Jenkins serving a big turkey

Hosting your own Jenkins server – pros and cons

Using a hosted version of Jenkins can be fairly expensive. Especially if you’re looking to continuously integrate your hobby project. A $5 Digital Ocean server and an afternoon of configuration can seem tempting. In this post I’ll look at the pros and cons of selfhosting Jenkins.

I’ve always been a very happy CloudBees user, but over the years they’ve taken away more and more. Initially, there was a free plan, they removed that at the beginning of 2014 (IIRC). The starter plan was still good value, but at the beginning of this year, they removed support from that plan and replaced it with “have fun with Google”. And right now, you have to speak to their sales team to even get a quote from them.

Clearly, CloudBees had decided it was no longer a good fit for me and my small hobby projects. So I started to look for alternatives. Halfway through the year, I switched to a Digital Ocean droplet (a $10/month one)

5 reasons to get a VPS and install and maintain Jenkins on your own:

  1. It’s a lot cheaper. The cheapest plan I had was $60/month. But that one probably no longer exists and it also doesn’t include their awesome support. I think it’s safe to assume that the current cheapest rate is at the very least $100+/month.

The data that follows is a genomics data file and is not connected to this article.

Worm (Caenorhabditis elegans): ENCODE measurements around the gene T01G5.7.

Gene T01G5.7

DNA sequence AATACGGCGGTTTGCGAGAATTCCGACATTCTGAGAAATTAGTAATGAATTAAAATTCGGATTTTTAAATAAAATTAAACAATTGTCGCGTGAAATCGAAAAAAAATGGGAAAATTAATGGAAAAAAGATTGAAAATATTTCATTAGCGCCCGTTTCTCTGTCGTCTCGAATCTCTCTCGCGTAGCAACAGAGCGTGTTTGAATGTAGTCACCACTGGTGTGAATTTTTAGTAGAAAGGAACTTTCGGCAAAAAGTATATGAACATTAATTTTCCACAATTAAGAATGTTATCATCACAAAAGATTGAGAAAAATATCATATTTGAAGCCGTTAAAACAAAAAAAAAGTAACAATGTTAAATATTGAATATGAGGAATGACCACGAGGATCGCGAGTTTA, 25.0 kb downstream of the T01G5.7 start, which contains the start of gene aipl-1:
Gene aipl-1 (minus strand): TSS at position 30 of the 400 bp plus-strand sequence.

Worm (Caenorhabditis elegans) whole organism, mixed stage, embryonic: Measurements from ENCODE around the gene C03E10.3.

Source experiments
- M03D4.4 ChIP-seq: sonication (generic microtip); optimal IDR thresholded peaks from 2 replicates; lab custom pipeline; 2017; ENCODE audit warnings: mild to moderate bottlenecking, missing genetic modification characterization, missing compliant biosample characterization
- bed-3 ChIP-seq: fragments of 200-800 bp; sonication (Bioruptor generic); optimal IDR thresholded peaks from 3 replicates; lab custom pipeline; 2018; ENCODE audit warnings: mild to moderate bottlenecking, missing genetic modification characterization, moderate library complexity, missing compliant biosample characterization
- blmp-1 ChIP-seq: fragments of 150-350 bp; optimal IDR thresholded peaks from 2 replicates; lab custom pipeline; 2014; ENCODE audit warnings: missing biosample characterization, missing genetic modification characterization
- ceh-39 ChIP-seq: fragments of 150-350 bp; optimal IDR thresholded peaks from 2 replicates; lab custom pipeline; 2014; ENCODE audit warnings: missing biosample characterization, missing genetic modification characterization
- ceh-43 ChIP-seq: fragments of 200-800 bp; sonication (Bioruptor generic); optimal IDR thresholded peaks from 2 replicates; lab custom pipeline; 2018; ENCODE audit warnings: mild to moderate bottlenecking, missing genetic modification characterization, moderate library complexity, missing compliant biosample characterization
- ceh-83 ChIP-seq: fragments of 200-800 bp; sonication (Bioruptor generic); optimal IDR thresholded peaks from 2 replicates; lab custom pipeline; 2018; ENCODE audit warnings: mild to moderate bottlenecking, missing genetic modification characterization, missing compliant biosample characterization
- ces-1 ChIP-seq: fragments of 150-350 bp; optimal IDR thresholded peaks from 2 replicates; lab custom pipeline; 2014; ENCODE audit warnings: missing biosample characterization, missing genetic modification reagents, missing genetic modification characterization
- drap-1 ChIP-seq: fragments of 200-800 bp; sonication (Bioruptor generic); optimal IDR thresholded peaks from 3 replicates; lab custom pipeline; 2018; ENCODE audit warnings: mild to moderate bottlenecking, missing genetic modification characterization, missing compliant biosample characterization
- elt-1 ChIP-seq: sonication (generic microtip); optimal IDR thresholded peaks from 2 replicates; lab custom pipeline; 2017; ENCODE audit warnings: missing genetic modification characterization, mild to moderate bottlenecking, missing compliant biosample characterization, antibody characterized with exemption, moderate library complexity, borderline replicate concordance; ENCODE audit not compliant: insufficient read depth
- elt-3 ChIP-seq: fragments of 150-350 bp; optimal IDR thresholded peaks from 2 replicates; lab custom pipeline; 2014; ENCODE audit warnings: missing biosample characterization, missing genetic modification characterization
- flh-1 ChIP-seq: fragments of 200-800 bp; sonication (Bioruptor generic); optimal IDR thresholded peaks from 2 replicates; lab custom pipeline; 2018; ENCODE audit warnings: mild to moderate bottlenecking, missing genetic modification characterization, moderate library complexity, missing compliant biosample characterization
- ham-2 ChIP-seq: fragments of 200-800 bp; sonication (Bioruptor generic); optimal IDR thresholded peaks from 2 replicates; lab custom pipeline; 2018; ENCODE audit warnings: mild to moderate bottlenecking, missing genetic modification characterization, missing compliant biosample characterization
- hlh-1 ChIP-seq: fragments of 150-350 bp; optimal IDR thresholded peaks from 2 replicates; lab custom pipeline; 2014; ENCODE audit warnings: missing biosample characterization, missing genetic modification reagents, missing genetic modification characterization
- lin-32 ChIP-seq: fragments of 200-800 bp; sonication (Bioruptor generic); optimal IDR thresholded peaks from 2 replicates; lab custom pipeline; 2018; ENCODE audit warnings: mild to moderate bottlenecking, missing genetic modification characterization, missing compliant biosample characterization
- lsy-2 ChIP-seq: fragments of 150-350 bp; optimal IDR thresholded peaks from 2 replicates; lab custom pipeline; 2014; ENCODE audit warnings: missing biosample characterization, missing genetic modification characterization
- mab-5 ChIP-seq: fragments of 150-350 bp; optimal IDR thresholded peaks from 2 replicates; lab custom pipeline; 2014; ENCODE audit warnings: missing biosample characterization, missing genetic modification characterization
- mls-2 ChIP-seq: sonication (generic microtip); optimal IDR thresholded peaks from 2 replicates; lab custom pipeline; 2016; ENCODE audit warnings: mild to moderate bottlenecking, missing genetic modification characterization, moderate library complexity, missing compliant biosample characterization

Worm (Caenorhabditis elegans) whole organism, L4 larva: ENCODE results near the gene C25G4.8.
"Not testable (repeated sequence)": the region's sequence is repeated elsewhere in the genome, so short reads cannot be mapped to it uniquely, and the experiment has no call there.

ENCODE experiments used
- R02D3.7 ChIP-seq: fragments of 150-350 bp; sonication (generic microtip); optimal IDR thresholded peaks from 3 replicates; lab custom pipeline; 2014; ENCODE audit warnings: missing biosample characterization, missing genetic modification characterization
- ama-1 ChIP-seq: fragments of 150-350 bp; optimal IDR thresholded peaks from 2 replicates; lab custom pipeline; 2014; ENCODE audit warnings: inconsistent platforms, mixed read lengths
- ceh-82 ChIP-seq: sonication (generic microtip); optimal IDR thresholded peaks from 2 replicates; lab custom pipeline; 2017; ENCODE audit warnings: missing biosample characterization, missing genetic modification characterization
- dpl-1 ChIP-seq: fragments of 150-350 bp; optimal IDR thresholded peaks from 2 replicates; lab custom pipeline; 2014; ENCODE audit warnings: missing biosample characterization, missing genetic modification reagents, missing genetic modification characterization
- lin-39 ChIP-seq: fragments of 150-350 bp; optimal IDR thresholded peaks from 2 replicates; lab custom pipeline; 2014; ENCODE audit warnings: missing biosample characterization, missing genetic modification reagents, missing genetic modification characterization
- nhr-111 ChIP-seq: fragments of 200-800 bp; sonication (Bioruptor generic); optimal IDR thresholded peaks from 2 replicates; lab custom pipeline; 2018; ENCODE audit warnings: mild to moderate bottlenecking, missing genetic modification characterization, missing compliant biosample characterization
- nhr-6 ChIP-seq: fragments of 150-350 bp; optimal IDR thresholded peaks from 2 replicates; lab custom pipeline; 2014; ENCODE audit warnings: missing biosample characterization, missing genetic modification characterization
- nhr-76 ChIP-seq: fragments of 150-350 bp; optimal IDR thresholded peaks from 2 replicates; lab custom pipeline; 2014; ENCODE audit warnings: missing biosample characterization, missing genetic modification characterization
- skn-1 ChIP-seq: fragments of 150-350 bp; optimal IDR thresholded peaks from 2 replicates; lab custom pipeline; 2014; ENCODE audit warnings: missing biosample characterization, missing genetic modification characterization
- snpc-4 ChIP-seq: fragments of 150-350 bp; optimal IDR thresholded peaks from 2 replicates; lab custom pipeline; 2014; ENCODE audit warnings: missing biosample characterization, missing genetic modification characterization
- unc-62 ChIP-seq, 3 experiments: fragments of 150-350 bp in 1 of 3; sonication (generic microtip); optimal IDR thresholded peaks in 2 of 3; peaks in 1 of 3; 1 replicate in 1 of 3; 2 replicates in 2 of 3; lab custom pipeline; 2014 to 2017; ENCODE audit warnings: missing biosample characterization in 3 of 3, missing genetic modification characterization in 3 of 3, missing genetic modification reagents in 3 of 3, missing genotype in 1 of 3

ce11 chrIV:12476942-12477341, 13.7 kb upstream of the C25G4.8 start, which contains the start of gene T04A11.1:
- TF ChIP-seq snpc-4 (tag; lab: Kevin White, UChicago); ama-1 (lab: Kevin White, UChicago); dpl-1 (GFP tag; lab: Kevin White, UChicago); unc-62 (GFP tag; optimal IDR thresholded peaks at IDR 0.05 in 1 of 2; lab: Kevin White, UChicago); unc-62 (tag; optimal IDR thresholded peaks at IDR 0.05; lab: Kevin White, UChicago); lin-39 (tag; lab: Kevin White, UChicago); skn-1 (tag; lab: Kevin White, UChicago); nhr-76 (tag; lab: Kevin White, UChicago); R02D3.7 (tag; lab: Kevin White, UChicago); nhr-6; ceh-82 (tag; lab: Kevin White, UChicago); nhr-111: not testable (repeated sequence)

2. With a VPS, you don’t have a complicated and fairly unpredictable cost structure. CloudBees charged for build-minutes and the cost depends on the type of slave configured.
  3. You have complete flexibility. You can install whatever you want.
  4. Need Windows? You can.
  5. Jenkins is fairly user friendly and easy to setup and maintain, so it only takes an afternoon to get the basics configured and running.

Reasons why CloudBees still rocks:

  1. I’ve always had great customer service with people who knew Jenkins and the addons.
  2. They are the maintainers of Jenkins. So they really know what they are doing.
  3. Scaling is available any time you need it on any plan. So no worries if your hobby project suddenly becomes a billion dollar enterprise.
  4. CloudBees hosting comes with integrated services that you’ll need anyway, like Git and a Maven repository.
  5. CloudBees has a lot of useful add-ons, some free-with-limits (Saucelabs), some fairly expensive (Sonar)

Conclusion

Your choice will depend on your personal preference and your environment. If you’re in an enterprise and have 10 or more developers. Go for CloudBees. You won’t regret it and it’s a lot easier then setting up everything yourself and making sure the builds are quick.

If you want a Jenkins server for your hobby projects. Rolling your own will be your only option. But don’t fear, it’s not very complicated.